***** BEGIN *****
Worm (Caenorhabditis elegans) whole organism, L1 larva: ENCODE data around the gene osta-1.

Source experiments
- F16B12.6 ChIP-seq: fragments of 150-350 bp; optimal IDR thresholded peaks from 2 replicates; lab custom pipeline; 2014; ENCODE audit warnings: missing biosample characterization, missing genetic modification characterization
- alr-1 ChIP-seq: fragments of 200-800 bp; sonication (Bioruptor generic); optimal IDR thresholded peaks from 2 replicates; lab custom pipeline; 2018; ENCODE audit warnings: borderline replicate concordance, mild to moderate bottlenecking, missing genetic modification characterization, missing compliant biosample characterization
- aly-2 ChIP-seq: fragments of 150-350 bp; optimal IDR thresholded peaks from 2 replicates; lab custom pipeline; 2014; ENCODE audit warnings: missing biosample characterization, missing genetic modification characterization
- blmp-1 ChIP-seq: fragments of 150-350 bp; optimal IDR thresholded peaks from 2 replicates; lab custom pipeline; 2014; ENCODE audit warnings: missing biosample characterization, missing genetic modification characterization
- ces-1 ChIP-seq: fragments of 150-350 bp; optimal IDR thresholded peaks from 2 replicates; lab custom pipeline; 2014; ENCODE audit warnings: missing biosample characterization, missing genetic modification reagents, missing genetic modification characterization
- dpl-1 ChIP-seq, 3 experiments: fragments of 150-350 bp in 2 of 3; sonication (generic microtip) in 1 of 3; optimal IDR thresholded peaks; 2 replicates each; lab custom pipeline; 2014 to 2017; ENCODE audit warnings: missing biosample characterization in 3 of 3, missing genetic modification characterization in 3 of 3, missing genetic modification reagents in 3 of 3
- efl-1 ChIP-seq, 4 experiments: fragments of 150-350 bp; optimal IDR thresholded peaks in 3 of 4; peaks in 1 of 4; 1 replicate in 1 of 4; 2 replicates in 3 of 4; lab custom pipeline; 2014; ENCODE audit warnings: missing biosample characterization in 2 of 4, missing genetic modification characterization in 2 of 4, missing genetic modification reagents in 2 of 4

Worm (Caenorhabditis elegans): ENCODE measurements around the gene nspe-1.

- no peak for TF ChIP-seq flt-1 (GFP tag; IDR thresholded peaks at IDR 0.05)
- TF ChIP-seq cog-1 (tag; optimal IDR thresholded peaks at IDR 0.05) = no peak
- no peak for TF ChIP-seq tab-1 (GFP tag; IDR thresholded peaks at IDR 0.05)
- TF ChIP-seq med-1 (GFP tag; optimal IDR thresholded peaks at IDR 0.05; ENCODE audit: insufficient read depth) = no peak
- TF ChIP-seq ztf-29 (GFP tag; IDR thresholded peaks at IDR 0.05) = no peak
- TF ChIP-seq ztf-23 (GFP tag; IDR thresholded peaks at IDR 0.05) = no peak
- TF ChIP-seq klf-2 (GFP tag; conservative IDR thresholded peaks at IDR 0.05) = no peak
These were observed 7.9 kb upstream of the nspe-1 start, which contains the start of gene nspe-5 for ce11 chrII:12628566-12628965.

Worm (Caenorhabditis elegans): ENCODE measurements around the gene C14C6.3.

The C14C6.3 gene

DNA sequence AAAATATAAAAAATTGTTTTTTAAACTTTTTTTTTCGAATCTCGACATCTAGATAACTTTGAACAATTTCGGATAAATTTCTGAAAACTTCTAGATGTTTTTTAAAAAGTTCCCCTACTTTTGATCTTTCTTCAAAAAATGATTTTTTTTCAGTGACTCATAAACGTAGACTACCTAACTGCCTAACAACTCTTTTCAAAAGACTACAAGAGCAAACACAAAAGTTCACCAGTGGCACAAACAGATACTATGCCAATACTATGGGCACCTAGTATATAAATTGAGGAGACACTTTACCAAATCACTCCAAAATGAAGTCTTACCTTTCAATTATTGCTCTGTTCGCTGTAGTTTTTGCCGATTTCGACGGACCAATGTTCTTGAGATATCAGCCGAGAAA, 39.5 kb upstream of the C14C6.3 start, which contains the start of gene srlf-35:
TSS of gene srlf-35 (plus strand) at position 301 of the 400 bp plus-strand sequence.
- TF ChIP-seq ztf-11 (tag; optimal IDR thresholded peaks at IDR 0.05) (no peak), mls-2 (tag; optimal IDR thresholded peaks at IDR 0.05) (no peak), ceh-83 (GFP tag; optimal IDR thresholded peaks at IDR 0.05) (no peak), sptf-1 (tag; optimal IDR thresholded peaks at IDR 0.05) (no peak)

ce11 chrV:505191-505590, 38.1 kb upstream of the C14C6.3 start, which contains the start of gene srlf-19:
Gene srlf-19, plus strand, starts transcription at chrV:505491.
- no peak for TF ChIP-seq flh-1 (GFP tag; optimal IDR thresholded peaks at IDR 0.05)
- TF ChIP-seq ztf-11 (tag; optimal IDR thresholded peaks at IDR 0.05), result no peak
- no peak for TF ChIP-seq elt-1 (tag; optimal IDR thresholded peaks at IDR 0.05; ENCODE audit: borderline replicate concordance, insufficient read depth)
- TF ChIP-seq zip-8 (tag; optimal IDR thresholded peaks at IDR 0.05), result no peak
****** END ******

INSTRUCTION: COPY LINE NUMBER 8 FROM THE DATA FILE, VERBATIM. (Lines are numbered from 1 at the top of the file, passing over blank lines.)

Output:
- dpl-1 ChIP-seq, 3 experiments: fragments of 150-350 bp in 2 of 3; sonication (generic microtip) in 1 of 3; optimal IDR thresholded peaks; 2 replicates each; lab custom pipeline; 2014 to 2017; ENCODE audit warnings: missing biosample characterization in 3 of 3, missing genetic modification characterization in 3 of 3, missing genetic modification reagents in 3 of 3